Denny and I begin a new chapter in our retirement.  I am sorting, purging and selling household items.  I want to travel light in these next years.  I have so many things for sale: arts and crafts, dishes, furniture, linens, and antiques.  I will be posting soon about sale opportunities. 
            However, my facebook friends come with me wherever I roam.  For that I am grateful. By blog will help me stay in touch with my friends and followers.  My heart will always remain in Muncie because this town has given me many close friends and opportunities.  At the end of July we will move.  I suspect my blog may be a little neglected these next couple of months,  but I will continue it when we get settled in Fort Wayne. Thank you, Muncie for all your love.

Tuesday, May 15, 2012

Finding Silence

Finding Silence

"I went to the woods because I wished to live deliberately, to front only the essential facts of life, and see if I could not learn what it had to teach, and not, when I came to die, discover that I had not lived."  Thoreau

                  We all must feel this urge at sometime in our life.  We want to be alone with the water, the mountains, the land, and God.  We don’t want to be interrupted
with phone calls, responsibilities of cleaning, working, cooking, or other daily demands.  We want silence. No phones, no “mom” can you help me, no pleas to cook for a church dinner or fold bulletins.  We are weary of work and our coworkers. We want to be alone.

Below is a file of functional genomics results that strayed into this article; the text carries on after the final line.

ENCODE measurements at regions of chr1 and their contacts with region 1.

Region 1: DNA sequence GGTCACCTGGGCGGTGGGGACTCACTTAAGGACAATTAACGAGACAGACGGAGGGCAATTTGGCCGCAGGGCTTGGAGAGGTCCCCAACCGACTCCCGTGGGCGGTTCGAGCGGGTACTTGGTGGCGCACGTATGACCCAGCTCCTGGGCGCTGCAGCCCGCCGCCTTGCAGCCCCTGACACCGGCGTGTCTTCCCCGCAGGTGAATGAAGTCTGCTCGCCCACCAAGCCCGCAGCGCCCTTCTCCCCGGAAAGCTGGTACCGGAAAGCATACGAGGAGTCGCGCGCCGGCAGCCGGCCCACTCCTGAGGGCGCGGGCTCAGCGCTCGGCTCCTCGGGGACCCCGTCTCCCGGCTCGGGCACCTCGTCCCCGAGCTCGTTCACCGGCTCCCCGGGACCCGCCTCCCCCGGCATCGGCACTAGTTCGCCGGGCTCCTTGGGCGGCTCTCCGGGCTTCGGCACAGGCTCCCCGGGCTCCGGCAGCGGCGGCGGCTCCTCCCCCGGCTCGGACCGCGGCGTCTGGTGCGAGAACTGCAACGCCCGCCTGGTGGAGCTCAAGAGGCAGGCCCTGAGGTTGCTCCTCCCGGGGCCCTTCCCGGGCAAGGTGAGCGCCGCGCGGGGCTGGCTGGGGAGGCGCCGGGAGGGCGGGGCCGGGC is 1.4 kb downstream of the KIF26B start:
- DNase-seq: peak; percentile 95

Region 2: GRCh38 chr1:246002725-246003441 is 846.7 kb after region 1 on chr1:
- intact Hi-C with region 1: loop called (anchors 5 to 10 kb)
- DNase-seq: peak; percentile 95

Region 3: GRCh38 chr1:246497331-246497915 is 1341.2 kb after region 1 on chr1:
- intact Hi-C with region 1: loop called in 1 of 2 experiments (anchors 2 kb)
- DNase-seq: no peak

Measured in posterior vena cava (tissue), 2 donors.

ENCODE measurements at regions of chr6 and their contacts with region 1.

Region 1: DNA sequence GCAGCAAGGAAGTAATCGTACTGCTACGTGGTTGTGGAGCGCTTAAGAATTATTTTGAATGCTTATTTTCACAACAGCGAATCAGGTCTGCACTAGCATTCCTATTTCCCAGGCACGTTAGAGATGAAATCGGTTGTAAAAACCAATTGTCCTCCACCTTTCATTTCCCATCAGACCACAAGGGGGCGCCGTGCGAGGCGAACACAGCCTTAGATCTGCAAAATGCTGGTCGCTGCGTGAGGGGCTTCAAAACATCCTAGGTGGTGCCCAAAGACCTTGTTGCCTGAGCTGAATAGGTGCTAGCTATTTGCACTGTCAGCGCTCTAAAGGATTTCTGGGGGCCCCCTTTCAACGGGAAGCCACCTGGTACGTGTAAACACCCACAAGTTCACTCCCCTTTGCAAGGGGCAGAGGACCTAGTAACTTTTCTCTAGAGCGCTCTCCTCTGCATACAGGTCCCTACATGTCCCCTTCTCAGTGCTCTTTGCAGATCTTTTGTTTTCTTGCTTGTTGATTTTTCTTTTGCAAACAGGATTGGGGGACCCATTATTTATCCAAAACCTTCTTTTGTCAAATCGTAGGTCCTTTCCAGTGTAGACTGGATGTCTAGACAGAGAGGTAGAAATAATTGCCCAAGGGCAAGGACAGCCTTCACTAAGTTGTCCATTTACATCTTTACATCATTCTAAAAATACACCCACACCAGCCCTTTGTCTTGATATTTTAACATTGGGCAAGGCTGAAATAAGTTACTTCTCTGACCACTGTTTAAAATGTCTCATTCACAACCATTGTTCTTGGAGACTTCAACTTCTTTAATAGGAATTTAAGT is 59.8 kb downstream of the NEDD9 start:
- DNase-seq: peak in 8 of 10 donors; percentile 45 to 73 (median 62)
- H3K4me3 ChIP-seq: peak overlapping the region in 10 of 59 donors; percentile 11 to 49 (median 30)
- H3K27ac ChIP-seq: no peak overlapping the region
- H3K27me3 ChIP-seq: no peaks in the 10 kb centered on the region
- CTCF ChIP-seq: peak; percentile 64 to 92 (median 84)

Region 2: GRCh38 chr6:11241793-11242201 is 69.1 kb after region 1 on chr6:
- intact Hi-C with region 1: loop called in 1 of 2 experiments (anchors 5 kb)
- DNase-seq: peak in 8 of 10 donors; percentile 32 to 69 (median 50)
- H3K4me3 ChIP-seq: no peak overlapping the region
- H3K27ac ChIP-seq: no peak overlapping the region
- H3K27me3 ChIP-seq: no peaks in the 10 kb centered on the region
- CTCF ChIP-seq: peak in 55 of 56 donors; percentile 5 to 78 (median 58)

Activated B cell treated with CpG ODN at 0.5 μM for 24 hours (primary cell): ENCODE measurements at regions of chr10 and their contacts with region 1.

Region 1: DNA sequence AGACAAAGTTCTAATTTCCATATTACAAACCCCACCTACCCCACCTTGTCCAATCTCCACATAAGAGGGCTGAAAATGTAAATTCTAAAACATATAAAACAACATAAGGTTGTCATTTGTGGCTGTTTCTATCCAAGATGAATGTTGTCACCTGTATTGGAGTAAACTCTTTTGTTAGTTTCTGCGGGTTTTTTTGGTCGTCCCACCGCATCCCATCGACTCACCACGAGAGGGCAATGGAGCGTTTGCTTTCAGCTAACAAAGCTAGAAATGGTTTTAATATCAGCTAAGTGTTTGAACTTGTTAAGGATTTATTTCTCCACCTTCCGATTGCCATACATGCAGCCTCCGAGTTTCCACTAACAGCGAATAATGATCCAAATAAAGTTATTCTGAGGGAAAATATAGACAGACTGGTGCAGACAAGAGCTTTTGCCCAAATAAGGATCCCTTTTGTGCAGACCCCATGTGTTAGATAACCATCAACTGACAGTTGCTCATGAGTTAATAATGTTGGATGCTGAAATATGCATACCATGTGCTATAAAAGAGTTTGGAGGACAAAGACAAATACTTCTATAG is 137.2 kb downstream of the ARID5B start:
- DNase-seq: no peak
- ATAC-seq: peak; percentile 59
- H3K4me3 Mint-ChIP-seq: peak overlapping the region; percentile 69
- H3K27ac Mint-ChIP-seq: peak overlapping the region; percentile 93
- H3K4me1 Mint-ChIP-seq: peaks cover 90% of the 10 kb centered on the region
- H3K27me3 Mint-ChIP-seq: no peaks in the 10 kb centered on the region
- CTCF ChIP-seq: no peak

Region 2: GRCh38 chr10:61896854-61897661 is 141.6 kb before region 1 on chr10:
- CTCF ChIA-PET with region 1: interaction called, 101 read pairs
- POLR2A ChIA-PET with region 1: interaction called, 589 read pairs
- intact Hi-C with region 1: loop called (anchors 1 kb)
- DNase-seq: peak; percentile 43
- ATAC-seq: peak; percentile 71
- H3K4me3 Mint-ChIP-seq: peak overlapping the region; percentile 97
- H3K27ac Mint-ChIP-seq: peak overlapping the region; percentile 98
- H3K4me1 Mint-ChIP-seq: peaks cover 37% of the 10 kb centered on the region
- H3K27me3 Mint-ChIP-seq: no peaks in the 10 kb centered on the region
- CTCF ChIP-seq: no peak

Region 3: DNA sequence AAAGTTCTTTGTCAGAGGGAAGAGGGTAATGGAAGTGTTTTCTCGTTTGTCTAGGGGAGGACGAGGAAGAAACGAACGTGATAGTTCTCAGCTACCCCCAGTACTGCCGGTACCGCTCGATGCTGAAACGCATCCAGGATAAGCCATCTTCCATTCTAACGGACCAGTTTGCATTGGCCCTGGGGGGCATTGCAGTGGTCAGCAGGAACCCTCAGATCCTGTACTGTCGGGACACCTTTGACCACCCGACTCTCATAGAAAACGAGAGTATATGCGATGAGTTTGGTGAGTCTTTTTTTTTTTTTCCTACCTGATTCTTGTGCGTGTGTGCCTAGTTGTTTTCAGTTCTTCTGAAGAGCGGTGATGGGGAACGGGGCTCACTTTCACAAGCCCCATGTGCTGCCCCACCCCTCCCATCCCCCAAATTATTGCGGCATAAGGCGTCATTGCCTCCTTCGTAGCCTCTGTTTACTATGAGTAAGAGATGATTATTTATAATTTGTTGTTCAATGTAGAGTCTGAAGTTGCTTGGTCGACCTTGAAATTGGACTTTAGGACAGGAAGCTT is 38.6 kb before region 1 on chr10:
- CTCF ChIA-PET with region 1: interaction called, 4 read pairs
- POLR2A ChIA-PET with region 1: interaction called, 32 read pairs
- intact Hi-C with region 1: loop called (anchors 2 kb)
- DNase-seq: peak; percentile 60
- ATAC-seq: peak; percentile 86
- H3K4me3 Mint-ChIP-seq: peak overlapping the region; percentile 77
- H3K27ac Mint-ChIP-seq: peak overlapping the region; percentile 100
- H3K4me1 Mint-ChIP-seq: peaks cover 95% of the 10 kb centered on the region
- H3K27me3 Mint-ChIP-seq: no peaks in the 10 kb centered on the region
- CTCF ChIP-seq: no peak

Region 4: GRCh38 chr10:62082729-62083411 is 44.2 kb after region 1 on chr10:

We have illusions of living in a cabin in the woods and discovering what life really is.  Just as Thoreau sought his answer to what life really is, we all search for it.  Yet, our years come to an end, and we have lived life without this “aloneness”. We are too busy living.  It is a catch 22 conundrum.  No time to be still.
            Perhaps we could bottle up the early hours of quiet .  We could seal them tightly so the silence would not escape and open it only when our mind felt like it was exploding.  We could carry the bottle and open it when the grandkids are screaming in the car.  Better yet, we could pop the silence cork when friends are negative or hurtful or the world news is too depressing to digest. 
            We must drink life out of our own glass and guzzle or sip.   We live on this earth on a need to know basis.  Amidst the crises, we need immediate answers and to know how to find silence, peace, or divine direction right in our own backyard or back room. This silence and searching must be discovered by our own design.  It is essential to our quality of living.  We must ask the Holy Spirit to guide us, to show us His path for our lives. In this silence, His leading will be evident.  But, as we leave the quietness, will we follow His directions, His recommendations?  With silence come answers and responsibilities.  
       Are we ready to go into the woods, the backyard, or the porch and seek silence? Perhaps we are too busy walking, running, worrying.  We must learn there is no set path for us to study; instead, as we walk we make our own path of discovering who we are and what is our purpose.